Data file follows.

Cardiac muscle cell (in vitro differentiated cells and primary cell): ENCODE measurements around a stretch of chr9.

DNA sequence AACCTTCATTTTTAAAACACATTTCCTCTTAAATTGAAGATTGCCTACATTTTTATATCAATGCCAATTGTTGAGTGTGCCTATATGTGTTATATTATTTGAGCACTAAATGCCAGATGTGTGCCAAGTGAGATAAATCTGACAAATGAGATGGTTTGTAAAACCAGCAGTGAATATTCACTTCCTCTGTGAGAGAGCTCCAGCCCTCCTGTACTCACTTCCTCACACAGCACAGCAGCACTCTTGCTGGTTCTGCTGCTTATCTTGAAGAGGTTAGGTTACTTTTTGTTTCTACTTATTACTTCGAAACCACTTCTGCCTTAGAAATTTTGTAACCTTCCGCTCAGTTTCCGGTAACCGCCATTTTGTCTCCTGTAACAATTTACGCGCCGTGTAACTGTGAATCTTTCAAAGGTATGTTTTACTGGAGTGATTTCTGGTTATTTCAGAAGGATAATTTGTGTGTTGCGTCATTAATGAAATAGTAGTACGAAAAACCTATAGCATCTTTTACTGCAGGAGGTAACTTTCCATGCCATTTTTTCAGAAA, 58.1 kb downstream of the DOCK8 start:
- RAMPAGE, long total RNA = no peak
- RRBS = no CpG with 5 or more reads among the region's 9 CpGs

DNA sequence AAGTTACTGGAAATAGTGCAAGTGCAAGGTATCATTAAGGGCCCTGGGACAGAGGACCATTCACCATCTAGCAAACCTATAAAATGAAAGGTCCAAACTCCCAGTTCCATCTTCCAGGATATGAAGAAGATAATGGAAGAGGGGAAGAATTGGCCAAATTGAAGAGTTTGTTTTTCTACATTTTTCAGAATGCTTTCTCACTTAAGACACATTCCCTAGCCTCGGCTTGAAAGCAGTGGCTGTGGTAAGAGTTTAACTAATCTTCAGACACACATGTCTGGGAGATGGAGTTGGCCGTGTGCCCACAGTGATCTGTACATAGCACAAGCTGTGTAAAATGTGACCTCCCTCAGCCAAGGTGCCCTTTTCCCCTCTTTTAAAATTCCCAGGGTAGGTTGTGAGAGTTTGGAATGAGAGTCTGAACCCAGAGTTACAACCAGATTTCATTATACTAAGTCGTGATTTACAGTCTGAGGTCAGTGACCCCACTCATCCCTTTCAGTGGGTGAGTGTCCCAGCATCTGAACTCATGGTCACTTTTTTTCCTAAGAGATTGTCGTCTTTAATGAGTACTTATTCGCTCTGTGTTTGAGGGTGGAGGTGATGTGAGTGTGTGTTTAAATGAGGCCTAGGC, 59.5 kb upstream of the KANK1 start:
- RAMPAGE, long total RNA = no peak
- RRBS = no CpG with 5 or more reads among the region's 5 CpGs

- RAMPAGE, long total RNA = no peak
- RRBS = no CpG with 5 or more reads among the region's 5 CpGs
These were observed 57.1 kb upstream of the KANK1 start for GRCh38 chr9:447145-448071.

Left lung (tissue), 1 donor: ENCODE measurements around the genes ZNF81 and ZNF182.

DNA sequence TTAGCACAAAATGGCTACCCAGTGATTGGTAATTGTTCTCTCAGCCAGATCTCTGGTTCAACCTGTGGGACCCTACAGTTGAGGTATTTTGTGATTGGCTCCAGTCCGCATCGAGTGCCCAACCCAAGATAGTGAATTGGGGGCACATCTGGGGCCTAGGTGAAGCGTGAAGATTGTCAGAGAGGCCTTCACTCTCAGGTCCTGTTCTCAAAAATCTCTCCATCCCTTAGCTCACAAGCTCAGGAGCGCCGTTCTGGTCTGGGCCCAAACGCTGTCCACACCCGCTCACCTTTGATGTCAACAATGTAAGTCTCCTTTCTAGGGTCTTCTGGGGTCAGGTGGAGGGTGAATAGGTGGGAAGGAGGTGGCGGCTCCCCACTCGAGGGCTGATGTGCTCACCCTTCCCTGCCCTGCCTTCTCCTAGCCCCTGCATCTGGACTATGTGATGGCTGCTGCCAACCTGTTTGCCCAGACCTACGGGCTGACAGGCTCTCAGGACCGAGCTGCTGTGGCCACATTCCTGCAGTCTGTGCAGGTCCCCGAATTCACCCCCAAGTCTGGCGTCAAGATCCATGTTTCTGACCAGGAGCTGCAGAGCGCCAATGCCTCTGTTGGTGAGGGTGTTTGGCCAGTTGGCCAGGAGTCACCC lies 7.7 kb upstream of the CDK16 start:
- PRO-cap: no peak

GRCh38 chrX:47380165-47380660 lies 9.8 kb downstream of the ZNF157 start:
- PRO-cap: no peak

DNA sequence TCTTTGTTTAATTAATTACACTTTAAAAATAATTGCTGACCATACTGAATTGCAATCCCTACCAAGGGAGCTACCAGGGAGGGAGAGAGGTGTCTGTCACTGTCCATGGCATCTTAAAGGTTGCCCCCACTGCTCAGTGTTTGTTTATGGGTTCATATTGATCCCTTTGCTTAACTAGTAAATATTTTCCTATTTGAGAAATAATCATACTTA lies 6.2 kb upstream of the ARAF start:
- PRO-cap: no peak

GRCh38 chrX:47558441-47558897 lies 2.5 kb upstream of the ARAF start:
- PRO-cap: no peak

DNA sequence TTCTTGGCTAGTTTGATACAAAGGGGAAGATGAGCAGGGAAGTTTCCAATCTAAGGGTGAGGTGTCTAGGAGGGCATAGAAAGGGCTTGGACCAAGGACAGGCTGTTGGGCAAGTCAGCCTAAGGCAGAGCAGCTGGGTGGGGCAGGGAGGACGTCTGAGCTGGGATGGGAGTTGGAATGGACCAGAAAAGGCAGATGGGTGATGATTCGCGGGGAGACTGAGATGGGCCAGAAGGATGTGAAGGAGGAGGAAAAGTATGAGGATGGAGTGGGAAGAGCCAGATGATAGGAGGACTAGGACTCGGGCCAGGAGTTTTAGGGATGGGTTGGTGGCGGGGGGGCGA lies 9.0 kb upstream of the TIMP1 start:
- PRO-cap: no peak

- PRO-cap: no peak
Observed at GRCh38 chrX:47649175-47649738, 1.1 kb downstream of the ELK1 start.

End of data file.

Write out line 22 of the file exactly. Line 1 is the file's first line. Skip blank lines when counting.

- PRO-cap: no peak